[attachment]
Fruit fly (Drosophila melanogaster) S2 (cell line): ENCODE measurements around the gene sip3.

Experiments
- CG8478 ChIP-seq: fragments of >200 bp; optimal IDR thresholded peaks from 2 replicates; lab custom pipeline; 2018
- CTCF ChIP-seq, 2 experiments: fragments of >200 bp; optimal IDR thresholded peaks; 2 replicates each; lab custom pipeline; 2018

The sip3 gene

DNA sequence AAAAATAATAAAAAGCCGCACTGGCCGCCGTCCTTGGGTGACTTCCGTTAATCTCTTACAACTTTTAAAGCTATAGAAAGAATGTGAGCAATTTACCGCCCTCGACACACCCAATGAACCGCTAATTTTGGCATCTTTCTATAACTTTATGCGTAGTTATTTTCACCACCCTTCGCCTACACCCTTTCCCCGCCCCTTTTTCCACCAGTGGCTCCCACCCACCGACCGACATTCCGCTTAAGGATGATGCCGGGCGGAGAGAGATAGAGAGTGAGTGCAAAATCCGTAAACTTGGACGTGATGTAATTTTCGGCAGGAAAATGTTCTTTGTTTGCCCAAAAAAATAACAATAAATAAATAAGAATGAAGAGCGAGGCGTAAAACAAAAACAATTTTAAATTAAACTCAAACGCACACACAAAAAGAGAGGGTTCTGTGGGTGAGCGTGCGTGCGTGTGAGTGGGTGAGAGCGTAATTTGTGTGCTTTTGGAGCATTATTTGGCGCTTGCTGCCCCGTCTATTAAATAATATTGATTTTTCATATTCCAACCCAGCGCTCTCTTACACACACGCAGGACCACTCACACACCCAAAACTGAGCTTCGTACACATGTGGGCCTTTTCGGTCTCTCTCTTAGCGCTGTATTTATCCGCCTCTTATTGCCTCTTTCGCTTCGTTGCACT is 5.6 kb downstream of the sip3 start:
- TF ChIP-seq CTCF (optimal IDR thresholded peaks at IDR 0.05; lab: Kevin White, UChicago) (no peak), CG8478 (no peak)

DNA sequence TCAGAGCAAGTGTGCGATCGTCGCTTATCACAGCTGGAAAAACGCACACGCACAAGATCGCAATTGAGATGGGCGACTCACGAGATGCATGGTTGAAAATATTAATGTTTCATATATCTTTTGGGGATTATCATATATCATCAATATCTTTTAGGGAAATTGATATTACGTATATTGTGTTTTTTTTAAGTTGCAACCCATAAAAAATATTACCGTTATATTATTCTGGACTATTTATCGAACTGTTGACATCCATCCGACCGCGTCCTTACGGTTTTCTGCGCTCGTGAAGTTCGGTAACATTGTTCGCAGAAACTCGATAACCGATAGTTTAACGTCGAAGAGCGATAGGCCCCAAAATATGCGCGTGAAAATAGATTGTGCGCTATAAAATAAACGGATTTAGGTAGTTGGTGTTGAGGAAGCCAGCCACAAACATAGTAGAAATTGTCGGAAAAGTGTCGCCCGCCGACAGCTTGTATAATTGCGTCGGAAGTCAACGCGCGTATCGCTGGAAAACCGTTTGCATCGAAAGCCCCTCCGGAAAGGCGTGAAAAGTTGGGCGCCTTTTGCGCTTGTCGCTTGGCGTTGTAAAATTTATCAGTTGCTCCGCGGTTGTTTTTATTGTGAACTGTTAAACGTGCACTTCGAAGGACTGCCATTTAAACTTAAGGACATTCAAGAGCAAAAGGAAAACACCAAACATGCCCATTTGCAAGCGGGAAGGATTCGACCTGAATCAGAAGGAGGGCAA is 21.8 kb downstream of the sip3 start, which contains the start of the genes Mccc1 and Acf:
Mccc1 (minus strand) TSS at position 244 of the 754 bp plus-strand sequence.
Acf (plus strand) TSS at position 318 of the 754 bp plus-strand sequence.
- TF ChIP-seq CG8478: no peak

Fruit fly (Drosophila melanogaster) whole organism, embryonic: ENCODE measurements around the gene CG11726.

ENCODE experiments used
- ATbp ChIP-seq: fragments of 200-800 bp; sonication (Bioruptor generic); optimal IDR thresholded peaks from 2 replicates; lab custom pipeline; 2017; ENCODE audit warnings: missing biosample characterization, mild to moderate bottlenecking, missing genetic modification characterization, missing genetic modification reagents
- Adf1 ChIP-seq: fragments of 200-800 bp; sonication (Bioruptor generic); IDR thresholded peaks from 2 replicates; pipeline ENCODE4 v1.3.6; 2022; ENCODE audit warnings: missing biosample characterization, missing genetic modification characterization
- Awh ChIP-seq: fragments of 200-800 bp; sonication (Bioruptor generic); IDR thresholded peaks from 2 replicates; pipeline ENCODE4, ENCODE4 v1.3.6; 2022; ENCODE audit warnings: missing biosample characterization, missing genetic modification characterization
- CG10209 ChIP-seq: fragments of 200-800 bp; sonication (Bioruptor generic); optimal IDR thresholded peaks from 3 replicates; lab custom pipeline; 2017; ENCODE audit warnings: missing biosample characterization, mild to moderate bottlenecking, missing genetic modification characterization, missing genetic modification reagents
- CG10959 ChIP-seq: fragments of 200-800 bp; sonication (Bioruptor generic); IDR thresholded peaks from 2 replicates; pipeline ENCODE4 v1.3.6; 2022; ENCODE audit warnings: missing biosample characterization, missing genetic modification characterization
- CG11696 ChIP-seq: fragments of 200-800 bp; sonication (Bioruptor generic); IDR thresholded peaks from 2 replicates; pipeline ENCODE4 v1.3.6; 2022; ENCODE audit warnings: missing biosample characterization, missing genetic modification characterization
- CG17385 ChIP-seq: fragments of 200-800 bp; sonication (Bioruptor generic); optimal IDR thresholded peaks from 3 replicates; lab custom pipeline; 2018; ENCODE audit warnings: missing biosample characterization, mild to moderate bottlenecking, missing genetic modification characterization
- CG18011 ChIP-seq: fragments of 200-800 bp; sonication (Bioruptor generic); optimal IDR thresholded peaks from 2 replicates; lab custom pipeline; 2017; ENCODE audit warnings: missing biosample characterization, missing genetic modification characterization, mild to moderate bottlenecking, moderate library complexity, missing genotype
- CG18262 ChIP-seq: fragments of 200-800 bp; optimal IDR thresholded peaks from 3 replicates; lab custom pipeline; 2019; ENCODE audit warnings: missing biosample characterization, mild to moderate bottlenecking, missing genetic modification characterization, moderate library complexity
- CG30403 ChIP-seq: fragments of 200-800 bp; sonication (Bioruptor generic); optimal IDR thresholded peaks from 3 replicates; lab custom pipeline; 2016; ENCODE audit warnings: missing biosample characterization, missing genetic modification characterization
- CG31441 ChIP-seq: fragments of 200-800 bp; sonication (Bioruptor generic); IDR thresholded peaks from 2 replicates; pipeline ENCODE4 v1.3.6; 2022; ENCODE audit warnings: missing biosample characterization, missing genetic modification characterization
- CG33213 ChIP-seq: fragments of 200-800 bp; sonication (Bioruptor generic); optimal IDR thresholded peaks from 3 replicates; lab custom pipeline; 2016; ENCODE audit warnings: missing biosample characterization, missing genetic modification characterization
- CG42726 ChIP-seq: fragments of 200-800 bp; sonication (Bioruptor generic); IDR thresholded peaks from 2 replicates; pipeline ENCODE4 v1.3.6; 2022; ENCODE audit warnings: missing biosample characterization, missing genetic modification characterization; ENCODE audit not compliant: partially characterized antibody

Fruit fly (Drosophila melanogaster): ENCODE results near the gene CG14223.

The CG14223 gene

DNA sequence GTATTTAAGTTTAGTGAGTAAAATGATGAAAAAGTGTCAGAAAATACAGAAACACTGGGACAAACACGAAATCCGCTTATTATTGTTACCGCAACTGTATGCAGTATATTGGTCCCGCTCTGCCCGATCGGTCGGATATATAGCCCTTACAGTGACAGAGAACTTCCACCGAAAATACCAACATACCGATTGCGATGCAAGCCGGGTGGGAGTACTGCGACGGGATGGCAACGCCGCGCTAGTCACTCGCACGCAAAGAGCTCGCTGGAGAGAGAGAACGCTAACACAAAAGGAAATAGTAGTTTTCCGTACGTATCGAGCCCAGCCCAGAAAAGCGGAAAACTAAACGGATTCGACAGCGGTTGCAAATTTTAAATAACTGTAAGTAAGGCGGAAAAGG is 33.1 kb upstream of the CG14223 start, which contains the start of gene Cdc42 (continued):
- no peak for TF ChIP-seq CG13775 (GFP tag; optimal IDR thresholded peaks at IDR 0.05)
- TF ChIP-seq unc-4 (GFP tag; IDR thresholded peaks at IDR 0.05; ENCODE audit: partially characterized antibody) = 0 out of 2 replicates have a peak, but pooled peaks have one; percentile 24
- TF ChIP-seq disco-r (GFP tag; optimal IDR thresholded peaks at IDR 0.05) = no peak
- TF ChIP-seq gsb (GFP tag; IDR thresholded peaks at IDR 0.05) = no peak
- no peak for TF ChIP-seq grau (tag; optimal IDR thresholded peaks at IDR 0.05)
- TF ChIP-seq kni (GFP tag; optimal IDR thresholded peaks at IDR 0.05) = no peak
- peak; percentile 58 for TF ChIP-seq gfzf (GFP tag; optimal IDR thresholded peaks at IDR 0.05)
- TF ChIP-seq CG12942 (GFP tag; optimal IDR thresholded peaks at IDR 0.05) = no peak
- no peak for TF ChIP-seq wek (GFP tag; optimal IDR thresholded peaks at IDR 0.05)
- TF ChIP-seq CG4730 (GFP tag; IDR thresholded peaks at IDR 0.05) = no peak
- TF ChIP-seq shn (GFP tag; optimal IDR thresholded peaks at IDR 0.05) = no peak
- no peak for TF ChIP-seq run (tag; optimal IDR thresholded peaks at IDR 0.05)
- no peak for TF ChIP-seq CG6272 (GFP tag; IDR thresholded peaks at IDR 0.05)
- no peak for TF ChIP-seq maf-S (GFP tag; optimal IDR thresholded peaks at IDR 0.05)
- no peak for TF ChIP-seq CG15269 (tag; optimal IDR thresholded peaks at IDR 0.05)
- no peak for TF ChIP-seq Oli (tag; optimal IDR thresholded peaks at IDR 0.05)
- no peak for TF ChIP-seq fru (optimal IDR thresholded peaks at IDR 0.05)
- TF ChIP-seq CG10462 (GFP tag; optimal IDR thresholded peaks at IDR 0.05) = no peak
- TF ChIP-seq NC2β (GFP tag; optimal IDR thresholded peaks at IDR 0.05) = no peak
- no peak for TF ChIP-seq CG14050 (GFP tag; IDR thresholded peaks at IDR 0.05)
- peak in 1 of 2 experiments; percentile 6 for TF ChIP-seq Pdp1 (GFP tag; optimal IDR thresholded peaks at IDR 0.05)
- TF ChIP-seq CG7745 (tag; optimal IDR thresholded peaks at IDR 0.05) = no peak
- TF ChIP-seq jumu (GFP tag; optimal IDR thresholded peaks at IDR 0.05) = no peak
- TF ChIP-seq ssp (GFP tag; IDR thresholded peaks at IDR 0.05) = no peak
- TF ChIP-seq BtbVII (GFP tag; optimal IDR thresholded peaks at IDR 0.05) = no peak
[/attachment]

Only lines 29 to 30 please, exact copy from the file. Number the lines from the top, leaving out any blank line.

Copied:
DNA sequence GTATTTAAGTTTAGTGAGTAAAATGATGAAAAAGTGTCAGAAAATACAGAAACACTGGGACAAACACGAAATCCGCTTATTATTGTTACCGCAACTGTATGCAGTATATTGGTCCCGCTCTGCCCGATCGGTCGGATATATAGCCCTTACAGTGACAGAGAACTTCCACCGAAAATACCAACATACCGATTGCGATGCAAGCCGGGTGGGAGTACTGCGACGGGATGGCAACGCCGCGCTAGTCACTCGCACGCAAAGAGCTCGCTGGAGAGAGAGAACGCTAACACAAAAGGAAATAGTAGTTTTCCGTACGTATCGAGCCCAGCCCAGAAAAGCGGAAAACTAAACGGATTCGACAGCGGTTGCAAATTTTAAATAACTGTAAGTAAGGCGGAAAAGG is 33.1 kb upstream of the CG14223 start, which contains the start of gene Cdc42 (continued):
- no peak for TF ChIP-seq CG13775 (GFP tag; optimal IDR thresholded peaks at IDR 0.05)